Forty-four years after Niki Lauda’s fiery accident at the German Grand Prix, Károly Méhes finally had the opportunity to complete his own lap of the Nürburgring Nordschleife.

As an F1 journalist for many years, I had the opportunity to visit the European Grand Prix at the Nürburgring several times. This was the name given to the second race in Germany, all of which were staged on the shorter GP-Strecke layout of the circuit that had been inaugurated in 1984. The original Nordschleife was of course no longer used by Formula 1 due to safety concerns following Niki Lauda’s fiery crash in 1976. During the days of the European Grand Prix, the original Nordschleife circuit was used for camping and parking, and it wasn’t possible to visit it properly, let alone get behind the wheel for a lap. But 2020 is a strange year for many reasons, not least of which will see the Nürburgring make an unexpected return to the Formula 1 calendar this October. I didn’t know this when I planned a trip to Germany at the end of June and happened to be near the Nürburgring. With advice and up to date information courtesy of some local journalist friends, I decided to pay a visit.

My first stop in the village of Nürburg was a meeting with Hans Joachim Retterath at Döttenger Höhe. The little pension with an attached petrol station is dates back over a century, before the construction of the circuit. Mr Retterath inherited the business from his father-in-law with great enthusiasm. The little shop and attached café is a kind of museum in itself and had to suffice, given that the official Nürburgring Museum was closed due to the coronavirus pandemic. A letter on the wall from Frank Williams thanked the Retterath family for their hospitality when the team stayed here in 1985. “The whole team stayed in my little hotel, including the drivers Keke Rosberg and Nigel Mansell,” says Mr Retterath. “We had fun together and Frank was kind enough to write this letter to me. The Formula 1 world was a little bit different to now!” I asked about visiting the scene of Niki Lauda’s accident but was told that it was strictly off limits. His advice for my lap of the Nordschleife? “Just drive as safely as you can, there’s no hurry. Pull over to the right side of the road to let the faster cars come past and you will be OK. But do not stop, ever!”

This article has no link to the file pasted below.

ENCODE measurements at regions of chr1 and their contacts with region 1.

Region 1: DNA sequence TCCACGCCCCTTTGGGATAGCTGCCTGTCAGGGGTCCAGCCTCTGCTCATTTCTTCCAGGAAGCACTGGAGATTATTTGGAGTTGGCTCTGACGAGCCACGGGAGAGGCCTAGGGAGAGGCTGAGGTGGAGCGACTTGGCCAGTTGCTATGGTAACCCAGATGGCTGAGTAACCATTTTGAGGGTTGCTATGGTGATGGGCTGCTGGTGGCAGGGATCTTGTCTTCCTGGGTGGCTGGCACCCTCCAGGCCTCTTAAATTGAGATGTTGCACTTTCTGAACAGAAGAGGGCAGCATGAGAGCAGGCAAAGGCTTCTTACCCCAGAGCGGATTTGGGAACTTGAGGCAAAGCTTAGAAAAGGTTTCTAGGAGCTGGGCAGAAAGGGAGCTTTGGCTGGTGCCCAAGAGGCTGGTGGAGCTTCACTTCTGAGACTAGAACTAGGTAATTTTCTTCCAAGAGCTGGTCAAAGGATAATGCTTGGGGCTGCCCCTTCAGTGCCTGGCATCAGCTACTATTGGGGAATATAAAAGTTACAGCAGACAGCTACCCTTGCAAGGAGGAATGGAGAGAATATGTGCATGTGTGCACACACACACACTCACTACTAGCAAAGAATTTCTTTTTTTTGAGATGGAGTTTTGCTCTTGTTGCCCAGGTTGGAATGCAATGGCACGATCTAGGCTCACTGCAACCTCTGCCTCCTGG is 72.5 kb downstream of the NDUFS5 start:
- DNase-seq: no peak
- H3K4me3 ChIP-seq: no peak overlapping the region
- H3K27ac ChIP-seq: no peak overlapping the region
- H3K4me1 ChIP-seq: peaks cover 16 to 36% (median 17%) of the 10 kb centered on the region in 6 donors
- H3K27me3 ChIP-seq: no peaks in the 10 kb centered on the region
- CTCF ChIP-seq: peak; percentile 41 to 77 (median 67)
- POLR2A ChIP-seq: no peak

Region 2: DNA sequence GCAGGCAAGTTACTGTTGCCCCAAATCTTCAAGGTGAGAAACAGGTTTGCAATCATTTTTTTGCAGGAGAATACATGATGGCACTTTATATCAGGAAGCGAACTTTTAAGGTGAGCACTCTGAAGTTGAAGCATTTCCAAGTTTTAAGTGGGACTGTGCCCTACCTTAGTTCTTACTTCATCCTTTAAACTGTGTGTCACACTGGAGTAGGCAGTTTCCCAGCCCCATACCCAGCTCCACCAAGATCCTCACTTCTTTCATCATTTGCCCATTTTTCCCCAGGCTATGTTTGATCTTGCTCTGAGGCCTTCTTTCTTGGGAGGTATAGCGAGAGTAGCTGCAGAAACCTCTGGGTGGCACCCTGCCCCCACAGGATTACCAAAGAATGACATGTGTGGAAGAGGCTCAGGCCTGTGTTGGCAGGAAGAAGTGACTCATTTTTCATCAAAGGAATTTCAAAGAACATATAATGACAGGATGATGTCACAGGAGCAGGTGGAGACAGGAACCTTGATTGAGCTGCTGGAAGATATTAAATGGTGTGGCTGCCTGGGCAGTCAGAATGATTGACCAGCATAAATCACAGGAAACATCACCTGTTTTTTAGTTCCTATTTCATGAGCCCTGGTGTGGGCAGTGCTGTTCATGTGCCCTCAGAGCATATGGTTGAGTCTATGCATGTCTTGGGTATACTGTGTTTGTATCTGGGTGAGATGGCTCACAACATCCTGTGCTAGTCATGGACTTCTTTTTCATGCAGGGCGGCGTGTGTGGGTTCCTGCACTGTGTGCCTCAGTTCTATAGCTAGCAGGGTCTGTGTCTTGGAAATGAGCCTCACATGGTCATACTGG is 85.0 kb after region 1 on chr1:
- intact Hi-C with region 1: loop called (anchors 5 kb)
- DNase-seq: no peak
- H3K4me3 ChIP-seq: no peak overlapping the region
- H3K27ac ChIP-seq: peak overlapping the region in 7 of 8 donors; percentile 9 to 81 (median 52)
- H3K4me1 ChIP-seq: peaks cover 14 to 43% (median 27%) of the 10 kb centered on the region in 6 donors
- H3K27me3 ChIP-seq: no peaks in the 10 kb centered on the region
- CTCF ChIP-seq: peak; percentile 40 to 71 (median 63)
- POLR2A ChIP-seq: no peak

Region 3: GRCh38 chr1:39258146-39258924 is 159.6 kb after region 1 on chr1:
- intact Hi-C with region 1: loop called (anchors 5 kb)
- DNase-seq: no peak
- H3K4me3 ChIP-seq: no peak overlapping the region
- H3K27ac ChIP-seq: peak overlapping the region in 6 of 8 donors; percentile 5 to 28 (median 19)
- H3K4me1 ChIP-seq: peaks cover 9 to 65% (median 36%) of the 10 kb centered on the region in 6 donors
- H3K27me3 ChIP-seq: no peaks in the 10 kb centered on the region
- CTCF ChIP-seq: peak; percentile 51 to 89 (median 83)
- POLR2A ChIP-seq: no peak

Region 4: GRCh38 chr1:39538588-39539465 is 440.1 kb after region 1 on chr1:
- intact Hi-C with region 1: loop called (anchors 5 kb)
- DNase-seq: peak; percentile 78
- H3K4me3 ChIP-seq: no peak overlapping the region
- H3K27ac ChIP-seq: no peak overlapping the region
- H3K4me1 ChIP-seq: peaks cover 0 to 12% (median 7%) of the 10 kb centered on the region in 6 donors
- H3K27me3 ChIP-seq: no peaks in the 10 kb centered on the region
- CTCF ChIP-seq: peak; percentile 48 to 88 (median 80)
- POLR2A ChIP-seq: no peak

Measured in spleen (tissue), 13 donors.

The Nürburgring still has a busy schedule, even without the surprise return of Formula 1. DTM, WTCR and sportscar races fill the calendar, including the annual 24 Hours race. Big automotive companies come here as well for tests and VIP programmes. The public roads are full of performance models from Ferrari, Maserati, Lamborghini and Bentley – all there to complete a lap or more on the iconic Nordschleife. And I was going to join them.

The regulations are simple. Between 17:30-19:30, the circuit is open to anybody. Pay for your lap and away you go. Needless to say, it was a real buzz preparing for my first (and very probably only) lap of the old Nürburgring. There was a parc fermé where all the cars and bikes waited for a quick scrutineering check. A few minutes before 17.30, I rolled up to the gate. Pole position! Not that I was likely to keep the lead for long in my Toyota Prius, with its top speed of perhaps 160km/h. I swiped my chip card over the electronic barrier and it lifted. The track was mine.

Whilst I knew about some of the famous corners on the track, my immediate focus was on the road ahead. I was waiting for the corner where Niki Lauda crashed in 1976, but that was at the 10.2km mark after Bergwerk and it took me a long time to get there. So many bends, up and down on the hilly tarmac. As feared, I quickly began to fall down the order as Porsches, Mustangs and high-powered motorbikes passed me at enormous speeds. I keep to the right and check my mirrors constantly. One moment, there is nobody behind me and then the next second, three cars are fighting their way past and flying away into the distance.

As the 9-kilometre mark passes, I drive even slower than before. Then a steep passage and the instantly recognizable section of the track where Niki lost control of his Ferrari. I pass the cliff wall where he crashed and ahead of me the section where the Ferrari was thrown back into the middle of the track, consumed by flames. I take in every millisecond of the moment, even as two cars roar past me. Goose bumps. I don’t crash, of course. Time to focus on my lap once again, which is only halfway done. Behind the fence, I notice some amateur photographers zealously taking pictures of the action. I’m driving so slowly I even have time to wave to them. Finally, the finish line. Twenty-two kilometres in twenty-two minutes! Not the fastest lap, but I’ve done it. A lap on the old Nürburgring. A real pilgrimage for this old F1 fan!

Learn more about visiting the circuit in our Nürburgring Guide. The 2020 Eifel Grand Prix takes place on October 9-11 with up to 20,000 fans in attendance.

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